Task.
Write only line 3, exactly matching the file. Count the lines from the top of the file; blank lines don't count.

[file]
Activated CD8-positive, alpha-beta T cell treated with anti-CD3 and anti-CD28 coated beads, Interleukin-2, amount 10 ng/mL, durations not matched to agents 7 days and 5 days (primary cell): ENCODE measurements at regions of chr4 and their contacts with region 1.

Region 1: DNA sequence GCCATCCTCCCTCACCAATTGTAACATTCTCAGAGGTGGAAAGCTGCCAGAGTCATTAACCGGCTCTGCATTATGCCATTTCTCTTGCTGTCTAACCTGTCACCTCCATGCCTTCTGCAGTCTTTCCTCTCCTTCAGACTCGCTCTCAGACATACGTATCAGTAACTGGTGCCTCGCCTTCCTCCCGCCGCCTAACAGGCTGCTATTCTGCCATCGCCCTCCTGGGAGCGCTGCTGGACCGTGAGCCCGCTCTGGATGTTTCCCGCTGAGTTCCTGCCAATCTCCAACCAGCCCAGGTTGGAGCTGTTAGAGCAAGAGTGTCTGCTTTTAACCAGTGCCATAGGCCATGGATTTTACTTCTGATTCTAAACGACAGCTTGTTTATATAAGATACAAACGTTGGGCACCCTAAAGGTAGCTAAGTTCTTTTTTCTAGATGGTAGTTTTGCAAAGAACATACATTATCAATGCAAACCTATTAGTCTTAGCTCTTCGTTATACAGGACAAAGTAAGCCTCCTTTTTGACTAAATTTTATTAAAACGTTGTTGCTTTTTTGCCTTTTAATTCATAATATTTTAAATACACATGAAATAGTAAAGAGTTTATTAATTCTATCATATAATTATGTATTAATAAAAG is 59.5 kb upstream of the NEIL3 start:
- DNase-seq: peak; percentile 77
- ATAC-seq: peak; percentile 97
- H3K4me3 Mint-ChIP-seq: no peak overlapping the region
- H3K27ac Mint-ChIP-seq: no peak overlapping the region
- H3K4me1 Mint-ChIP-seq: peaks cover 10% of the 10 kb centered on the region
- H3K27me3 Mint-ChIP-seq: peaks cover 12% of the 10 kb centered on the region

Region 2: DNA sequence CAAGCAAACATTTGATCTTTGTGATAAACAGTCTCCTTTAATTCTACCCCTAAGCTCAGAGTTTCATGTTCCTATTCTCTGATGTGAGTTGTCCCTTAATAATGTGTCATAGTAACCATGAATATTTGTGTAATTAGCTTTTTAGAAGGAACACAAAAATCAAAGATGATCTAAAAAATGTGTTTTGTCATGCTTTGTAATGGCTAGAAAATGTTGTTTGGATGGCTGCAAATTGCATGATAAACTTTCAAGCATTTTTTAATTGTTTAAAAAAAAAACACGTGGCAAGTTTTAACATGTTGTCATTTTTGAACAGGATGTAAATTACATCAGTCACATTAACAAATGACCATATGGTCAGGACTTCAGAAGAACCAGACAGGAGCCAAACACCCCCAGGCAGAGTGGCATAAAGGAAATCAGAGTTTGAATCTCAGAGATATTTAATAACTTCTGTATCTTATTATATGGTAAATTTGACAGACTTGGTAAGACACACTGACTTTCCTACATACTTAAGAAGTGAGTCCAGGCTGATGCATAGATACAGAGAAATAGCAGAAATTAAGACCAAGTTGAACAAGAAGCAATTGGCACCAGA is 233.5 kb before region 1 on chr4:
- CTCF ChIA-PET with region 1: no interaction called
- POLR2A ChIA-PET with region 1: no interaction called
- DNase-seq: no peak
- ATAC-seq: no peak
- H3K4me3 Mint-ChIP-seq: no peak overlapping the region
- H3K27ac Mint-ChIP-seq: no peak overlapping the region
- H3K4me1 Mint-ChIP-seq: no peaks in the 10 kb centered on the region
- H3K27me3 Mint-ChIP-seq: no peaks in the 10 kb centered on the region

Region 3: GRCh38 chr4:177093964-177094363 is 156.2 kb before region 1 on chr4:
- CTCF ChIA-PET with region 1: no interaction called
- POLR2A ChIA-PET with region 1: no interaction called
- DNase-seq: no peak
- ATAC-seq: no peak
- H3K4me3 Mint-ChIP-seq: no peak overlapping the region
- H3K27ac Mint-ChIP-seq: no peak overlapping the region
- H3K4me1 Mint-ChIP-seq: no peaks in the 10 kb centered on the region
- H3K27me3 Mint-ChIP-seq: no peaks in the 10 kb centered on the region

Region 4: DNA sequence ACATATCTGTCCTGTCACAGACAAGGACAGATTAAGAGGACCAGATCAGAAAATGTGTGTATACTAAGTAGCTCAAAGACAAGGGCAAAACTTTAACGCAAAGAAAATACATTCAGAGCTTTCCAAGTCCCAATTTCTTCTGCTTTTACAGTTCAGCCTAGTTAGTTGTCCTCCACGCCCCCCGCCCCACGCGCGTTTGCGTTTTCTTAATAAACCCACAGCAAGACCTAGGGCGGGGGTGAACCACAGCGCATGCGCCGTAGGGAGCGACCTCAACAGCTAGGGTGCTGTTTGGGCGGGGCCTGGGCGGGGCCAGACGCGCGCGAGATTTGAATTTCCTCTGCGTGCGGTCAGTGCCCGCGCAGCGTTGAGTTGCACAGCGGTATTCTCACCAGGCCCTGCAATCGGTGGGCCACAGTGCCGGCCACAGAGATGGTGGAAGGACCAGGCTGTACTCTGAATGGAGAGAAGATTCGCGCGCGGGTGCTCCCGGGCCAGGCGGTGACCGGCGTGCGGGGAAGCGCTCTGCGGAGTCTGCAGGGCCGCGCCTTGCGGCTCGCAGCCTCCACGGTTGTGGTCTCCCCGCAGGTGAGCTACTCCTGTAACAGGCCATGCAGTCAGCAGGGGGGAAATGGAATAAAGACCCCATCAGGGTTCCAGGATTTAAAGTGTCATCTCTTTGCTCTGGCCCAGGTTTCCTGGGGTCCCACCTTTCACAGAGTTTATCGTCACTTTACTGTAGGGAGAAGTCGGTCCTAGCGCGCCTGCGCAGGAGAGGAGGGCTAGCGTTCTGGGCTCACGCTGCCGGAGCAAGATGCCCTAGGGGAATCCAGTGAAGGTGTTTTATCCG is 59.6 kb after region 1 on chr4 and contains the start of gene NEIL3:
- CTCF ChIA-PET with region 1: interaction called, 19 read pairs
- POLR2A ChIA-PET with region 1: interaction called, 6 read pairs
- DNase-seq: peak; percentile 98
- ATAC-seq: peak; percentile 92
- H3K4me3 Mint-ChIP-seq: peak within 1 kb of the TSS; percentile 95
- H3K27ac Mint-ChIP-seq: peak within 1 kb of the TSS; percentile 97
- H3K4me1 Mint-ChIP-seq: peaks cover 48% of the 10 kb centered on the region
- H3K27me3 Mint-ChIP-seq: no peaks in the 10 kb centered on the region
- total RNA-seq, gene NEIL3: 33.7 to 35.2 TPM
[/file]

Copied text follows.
- DNase-seq: peak; percentile 77